Bill Bradley has been on top of the world. He has experienced what it means to have it all. And he has experienced what it means to lose it all. Just over five years ago, he went through a bankruptcy. He lost his business. And his marriage came to an end. He had hit rock bottom.
“I remember calling a friend who had been in a similar position not that long before looking for advice.” Bill said, “He told me I needed to count my blessings. I couldn’t believe it. What blessings?”
After a short pause in their conversation as his friend wracked his brain for blessings, the answer he received was, “You’ve got your health.”
Even now, Bill laughs at this. “My health? That’s it? Nothing else?” he asked his friend.
Soon enough Bill came to realize that was all that really mattered, without his health he couldn’t have pulled himself out of the hole he was in. In losing his business, his home and his wife, he lost his self. He was no longer the confident businessman with a business model others hoped to emulate. He was no longer the family man people looked up to.
Bill found himself wallowing in self pity. He realized that when he spoke with people he never looked them in the eyes. Instead, he spoke with his head down, staring at his shoes. People underestimate the toll loss of confidence can take on a person. Without confidence, moving forward is practically impossible. Without confidence life becomes stagnant.
Luckily, Bill soon came to realize he had another blessing. He had friends with good, if somewhat crazy, ideas. It was one of these friends who mentioned to him the day before a fifty mile ultramarathon that it was too bad they hadn’t thought of it earlier because a race like that might be just what he needed to get his life kick started again. Though he shook his head, not believing anything would get his life kick started again and thought he had left the idea right there, he received a surprise calling in the middle of the night.
“It was like a Jerry Maguire moment. I sat bolt upright in the middle of the night and said, ‘sometimes you just gotta say, what the _____?’”
The next day Bill ran that fifty miler. With no training and no preparation he ran fifty miles for the first time in his life and for the first time in months he felt good. He felt confident. He could see a future.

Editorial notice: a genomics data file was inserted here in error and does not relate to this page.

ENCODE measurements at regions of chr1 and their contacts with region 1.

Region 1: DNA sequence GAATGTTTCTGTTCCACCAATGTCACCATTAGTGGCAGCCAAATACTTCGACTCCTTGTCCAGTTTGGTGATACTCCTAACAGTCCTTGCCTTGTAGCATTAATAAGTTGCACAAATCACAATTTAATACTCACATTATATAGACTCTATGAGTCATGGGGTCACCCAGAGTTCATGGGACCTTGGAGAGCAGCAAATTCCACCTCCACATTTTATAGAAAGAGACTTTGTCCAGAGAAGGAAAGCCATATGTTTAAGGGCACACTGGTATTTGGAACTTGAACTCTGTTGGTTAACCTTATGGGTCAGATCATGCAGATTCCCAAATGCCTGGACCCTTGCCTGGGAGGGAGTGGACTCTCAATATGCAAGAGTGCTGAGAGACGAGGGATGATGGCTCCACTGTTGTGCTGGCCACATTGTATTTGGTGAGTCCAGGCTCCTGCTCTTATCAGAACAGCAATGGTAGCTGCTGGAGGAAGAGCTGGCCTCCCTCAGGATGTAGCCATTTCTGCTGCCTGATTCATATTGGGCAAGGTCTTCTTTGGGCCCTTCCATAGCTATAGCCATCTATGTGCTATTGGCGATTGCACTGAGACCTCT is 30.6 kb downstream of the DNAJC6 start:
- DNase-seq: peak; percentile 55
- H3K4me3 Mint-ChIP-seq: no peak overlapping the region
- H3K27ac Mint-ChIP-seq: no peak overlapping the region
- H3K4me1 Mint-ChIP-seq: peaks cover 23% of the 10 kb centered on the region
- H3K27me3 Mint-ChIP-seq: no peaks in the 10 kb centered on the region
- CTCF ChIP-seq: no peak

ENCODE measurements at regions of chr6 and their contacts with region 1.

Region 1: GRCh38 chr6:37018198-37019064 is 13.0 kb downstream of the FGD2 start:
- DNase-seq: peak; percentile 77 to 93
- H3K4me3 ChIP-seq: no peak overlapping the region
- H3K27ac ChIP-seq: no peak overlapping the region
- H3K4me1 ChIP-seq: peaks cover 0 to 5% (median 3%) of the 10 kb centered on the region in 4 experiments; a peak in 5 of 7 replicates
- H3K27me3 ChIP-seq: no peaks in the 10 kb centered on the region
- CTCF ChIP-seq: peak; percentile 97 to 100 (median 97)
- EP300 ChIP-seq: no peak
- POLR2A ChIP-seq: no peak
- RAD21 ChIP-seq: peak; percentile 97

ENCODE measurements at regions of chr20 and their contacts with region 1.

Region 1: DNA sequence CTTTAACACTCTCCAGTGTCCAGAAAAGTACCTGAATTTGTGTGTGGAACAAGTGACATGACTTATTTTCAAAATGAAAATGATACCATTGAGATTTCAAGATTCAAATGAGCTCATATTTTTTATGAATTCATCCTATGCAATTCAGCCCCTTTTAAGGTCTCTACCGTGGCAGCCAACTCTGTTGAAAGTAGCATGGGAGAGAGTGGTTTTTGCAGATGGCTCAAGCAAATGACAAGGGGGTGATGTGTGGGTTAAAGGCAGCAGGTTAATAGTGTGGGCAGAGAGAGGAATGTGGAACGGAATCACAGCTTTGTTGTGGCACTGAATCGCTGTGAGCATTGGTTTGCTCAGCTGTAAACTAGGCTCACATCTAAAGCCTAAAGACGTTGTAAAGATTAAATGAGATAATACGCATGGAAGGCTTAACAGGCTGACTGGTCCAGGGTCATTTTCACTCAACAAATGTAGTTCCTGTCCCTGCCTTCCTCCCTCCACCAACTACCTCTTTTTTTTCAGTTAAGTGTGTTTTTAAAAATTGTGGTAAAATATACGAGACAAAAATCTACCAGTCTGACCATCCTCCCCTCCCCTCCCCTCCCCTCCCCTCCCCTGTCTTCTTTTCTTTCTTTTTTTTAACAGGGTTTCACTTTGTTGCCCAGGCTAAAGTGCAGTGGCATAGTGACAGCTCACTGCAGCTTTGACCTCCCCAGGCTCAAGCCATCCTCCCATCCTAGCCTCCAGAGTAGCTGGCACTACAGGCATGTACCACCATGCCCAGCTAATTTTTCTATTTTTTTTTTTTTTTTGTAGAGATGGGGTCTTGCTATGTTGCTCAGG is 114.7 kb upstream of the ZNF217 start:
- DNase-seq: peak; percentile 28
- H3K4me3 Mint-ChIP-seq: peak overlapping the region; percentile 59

Since that time Bill has completed the Virginia Triple Ironman, the Ultraman, a double Badwater – that is 270 miles of running through Death Valley, the Ride Across America – coming in several days behind the cutoff but finishing the ride because he knew he could, and countless other races and adventures.
While these feats have all been awe inspiring, it isn’t the most inspiring part of Bill’s personae. Bill is not an elite athlete. Completing these incredible adventures he takes on are not guarantees by any stretch of the imagination. At any time he can and has failed to complete a goal. But that’s okay. It isn’t the end of the world.
That is the very essence of what Bill discovered when he woke up that morning and ran a race he had not only not trained for, but had not even seriously considered. With each new feat, he has gained a circle of confidence. This confidence does help him to attempt new adventures but it goes far beyond that.
“The confidence I gained that day when I completed that first 50 miler wasn’t just in me. It was around me.” He explained, “The confidence permeated every area of my life. People around me noticed that I gained something that day.”
Bill’s family and friends began to see flashes of the person he had been. With each new race, each new adventure, Bill saw that circle of confidence widen. He looks back on the Bill who spent his days feeling like life was over and knows that that Bill could have never foreseen this one.
“If you had told me then that I would have faced my biggest fears, all of my biggest fears by attempting to swim the English Channel. Not only that but after failing at swimming the Channel that I would have gone back twice more to make that attempt. I would have thought you were out of your mind.”
The Bill who sat on that couch mourning the loss of his business and family, couldn’t have faced another failure.
The Bill who has taken on some of the toughest challenges in the world, doesn’t worry about failing again. He has learned that failing is just another opportunity to pick yourself up, learn from your mistake and try again.
He has learned what it feels like to sit on top of the world and how bad it can be to hit rock bottom. But even that experience is one that his new found confidence has helped to heal. He looks back on that time having learned his lesson, picked himself up and moved on. For him, that’s what life is about.
Ann Brennan is a freelance writer, fitness columnist and blogger living and running with her family in Millersville, Maryland. You can find more of Ann’s writing at Ann’s Running Commentary .